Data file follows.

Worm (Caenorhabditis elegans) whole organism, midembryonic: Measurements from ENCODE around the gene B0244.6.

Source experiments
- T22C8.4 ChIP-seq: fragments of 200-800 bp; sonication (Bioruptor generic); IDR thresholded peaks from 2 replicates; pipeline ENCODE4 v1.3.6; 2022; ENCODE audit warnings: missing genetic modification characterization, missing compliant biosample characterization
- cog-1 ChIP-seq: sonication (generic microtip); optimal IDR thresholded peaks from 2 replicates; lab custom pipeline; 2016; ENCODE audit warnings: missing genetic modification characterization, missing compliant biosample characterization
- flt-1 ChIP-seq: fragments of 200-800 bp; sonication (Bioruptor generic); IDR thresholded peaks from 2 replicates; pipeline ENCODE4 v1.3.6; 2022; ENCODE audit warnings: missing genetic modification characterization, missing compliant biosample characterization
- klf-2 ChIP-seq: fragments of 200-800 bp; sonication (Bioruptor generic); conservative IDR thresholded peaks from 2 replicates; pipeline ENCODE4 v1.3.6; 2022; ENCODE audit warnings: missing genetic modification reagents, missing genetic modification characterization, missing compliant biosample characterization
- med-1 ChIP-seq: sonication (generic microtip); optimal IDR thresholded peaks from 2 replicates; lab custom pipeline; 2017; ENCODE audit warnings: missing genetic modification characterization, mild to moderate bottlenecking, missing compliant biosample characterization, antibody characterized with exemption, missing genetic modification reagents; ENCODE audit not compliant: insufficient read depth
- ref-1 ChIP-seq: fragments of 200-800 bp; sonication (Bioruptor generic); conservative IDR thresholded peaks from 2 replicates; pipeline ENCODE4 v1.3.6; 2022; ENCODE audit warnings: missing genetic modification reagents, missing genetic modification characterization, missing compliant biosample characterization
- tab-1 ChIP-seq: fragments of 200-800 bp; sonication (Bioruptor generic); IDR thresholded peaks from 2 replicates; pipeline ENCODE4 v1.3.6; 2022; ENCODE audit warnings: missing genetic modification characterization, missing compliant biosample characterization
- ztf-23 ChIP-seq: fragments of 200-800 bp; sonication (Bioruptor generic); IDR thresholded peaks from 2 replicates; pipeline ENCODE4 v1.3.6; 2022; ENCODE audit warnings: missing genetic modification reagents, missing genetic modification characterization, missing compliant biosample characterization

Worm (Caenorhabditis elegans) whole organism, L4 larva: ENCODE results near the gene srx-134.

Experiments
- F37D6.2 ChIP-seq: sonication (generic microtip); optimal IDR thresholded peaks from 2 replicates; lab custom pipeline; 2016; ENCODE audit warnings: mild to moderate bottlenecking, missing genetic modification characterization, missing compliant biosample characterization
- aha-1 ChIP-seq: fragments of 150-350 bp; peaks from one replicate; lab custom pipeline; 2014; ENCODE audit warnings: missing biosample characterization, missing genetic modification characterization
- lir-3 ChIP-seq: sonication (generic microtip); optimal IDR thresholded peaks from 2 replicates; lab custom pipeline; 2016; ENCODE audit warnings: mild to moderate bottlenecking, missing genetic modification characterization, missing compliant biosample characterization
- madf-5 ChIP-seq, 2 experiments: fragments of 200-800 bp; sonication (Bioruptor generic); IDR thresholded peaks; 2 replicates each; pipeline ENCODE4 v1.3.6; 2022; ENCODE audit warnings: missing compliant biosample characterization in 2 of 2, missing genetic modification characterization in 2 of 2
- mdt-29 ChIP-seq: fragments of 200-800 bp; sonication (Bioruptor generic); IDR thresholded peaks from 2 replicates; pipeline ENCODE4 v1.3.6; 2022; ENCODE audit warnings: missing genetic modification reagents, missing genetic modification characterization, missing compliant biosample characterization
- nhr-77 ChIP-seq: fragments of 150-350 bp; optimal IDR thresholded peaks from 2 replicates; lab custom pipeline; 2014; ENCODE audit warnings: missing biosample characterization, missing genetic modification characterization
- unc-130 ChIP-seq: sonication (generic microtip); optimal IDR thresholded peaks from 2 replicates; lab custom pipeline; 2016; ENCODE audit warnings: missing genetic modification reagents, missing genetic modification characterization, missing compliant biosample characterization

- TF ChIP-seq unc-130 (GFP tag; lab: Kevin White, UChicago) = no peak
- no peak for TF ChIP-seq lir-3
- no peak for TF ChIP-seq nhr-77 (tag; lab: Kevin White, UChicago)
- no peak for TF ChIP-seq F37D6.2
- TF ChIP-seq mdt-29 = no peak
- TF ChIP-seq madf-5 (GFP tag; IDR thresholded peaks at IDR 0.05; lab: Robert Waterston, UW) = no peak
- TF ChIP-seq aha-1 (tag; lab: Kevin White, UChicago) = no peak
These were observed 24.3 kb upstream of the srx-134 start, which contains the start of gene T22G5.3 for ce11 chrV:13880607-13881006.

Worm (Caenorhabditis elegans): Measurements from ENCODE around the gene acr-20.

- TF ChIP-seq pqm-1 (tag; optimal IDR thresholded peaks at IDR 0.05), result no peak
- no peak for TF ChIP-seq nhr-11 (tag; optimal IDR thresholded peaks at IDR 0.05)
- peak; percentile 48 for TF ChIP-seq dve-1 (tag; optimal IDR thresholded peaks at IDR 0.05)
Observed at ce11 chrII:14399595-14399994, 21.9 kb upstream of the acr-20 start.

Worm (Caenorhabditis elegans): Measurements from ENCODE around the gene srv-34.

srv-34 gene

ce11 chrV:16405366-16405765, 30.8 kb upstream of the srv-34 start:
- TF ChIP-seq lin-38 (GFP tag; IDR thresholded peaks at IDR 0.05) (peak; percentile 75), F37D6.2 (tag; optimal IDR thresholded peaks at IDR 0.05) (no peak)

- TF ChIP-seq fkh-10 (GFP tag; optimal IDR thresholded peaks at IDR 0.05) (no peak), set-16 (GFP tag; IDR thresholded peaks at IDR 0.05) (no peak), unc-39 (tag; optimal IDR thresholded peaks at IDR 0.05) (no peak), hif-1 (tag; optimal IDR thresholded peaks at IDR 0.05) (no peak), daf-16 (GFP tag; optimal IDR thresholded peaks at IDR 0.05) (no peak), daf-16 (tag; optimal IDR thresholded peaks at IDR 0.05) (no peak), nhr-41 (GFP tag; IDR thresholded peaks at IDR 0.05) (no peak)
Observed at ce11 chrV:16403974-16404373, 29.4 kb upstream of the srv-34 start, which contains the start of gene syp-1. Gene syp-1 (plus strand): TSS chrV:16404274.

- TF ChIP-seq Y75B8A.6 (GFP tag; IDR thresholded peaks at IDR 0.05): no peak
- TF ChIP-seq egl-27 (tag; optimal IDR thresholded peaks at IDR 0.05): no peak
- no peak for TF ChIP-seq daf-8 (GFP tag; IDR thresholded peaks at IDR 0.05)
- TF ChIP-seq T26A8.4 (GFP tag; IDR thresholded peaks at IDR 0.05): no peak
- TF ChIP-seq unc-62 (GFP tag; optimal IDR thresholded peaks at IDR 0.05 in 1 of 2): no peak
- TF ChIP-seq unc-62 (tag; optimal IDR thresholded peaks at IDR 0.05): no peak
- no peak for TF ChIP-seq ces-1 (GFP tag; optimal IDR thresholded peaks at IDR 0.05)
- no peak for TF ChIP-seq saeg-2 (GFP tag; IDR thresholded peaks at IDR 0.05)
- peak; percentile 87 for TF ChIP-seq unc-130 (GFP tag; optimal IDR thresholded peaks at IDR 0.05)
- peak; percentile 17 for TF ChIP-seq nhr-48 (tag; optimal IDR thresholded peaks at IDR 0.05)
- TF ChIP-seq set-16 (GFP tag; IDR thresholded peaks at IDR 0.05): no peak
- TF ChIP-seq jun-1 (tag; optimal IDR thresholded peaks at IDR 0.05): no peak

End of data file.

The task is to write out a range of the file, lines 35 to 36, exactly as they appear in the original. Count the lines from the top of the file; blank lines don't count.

ce11 chrV:16405366-16405765, 30.8 kb upstream of the srv-34 start:
- TF ChIP-seq lin-38 (GFP tag; IDR thresholded peaks at IDR 0.05) (peak; percentile 75), F37D6.2 (tag; optimal IDR thresholded peaks at IDR 0.05) (no peak)